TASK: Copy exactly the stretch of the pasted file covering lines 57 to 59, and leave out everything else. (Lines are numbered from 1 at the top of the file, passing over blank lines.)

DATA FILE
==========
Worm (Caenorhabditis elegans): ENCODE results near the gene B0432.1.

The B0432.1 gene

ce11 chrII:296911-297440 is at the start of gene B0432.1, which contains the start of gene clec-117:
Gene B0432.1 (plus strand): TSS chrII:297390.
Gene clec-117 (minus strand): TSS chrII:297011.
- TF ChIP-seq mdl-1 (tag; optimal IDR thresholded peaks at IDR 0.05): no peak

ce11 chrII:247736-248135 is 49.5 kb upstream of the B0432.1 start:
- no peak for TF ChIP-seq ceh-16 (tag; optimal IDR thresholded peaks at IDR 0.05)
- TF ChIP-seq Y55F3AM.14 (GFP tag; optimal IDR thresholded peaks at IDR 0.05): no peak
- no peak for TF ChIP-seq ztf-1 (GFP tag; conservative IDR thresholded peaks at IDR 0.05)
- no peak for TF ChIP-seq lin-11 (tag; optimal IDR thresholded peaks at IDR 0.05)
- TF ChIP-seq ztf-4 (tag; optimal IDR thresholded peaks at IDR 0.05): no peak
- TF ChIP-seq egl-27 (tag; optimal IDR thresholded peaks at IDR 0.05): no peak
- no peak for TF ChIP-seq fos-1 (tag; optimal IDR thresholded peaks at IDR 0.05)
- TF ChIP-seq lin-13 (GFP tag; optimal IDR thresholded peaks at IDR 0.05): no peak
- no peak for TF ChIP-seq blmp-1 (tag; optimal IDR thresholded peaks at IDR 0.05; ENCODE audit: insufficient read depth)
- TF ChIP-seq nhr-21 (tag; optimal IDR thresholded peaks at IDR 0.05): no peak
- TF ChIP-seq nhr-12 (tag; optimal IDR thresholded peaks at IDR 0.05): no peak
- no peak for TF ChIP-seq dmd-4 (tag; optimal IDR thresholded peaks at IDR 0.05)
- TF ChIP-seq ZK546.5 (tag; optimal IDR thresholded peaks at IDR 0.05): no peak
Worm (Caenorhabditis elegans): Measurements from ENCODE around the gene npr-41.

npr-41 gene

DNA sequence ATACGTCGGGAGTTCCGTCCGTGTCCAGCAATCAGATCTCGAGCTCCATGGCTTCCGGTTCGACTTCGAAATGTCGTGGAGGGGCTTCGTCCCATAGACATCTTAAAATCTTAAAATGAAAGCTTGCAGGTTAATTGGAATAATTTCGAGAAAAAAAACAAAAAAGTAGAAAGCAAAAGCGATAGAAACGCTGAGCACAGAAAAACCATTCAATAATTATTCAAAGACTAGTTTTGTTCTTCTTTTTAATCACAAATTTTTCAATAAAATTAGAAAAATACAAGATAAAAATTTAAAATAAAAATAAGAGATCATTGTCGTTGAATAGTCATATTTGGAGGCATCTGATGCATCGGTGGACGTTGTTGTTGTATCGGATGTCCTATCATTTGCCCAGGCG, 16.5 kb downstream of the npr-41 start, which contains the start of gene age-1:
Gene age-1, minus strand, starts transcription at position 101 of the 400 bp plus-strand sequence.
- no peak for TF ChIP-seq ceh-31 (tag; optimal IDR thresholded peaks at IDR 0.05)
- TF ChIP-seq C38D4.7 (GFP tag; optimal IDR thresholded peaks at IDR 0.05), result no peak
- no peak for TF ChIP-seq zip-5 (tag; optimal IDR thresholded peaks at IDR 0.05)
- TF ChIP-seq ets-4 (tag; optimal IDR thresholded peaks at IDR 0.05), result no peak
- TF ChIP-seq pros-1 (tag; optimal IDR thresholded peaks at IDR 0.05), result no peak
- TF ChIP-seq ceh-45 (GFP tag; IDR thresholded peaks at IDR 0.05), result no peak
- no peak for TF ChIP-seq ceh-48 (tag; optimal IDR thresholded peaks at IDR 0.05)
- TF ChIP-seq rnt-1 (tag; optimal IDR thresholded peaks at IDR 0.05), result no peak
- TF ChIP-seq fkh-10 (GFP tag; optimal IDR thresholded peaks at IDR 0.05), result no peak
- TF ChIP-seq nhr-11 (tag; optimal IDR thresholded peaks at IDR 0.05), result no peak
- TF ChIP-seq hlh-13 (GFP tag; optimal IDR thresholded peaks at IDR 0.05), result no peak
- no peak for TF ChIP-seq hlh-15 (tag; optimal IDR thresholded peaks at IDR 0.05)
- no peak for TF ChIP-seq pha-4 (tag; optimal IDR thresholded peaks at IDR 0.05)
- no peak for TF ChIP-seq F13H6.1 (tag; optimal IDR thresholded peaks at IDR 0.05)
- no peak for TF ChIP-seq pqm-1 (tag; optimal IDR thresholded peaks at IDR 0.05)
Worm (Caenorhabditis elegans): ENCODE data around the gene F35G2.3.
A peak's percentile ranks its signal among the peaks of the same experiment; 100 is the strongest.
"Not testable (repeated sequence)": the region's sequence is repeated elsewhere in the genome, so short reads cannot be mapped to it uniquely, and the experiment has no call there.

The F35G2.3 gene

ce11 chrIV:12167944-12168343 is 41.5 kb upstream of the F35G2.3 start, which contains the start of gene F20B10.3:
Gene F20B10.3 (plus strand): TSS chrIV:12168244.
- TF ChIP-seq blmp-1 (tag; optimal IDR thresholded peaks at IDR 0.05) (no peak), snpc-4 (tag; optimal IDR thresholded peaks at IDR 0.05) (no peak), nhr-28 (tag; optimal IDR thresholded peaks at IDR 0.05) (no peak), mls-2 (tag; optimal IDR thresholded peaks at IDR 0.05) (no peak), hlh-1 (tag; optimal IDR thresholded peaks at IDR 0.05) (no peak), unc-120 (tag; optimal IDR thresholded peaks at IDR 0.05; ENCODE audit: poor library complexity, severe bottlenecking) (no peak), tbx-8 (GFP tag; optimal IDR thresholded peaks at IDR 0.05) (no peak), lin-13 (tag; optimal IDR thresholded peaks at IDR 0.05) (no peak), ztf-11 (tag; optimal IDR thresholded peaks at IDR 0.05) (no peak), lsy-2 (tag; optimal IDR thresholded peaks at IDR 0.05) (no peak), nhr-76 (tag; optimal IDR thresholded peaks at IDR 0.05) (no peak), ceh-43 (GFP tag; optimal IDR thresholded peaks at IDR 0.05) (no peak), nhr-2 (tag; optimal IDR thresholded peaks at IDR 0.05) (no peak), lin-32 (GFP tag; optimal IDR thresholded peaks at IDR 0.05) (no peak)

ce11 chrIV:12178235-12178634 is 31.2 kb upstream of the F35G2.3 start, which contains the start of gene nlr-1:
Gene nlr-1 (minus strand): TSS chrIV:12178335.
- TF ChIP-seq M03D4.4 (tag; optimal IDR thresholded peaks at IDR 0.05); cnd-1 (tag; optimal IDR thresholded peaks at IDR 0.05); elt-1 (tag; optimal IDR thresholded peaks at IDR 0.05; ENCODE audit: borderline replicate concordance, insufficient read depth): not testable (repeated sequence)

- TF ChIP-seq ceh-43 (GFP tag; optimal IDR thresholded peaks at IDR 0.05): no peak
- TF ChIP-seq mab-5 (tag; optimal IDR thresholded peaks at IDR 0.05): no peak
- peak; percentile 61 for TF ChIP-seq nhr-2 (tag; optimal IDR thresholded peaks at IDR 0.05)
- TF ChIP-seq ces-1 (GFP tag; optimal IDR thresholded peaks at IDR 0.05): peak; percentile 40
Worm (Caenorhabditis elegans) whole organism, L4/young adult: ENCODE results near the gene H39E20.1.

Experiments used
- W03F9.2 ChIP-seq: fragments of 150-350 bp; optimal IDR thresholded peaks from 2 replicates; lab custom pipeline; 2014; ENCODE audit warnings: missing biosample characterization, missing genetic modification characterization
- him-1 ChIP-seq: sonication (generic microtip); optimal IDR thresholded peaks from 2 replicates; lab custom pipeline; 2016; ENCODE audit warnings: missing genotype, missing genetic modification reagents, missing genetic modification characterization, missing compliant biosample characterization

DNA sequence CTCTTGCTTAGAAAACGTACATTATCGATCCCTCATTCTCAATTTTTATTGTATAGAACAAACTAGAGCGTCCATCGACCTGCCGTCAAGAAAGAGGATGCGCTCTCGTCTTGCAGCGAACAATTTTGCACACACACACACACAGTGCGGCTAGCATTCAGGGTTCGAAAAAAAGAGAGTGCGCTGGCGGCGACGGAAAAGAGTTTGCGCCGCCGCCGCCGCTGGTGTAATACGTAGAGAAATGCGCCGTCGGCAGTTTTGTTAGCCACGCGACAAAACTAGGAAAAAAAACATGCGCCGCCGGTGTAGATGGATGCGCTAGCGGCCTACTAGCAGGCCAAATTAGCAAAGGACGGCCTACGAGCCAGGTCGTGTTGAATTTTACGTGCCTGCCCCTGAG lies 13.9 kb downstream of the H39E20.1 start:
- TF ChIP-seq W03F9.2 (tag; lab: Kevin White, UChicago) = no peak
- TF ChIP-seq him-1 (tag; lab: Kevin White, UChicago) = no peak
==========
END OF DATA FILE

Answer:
- him-1 ChIP-seq: sonication (generic microtip); optimal IDR thresholded peaks from 2 replicates; lab custom pipeline; 2016; ENCODE audit warnings: missing genotype, missing genetic modification reagents, missing genetic modification characterization, missing compliant biosample characterization

DNA sequence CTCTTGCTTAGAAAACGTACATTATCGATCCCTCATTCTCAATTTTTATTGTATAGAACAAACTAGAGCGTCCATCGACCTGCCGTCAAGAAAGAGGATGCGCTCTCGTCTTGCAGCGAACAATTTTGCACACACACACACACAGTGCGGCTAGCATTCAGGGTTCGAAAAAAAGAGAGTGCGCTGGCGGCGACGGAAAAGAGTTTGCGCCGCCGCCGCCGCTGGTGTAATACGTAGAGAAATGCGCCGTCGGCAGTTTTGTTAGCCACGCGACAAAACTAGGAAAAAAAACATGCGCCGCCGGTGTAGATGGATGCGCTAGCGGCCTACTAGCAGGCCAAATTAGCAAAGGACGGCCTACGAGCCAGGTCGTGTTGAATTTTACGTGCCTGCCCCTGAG lies 13.9 kb downstream of the H39E20.1 start:
- TF ChIP-seq W03F9.2 (tag; lab: Kevin White, UChicago) = no peak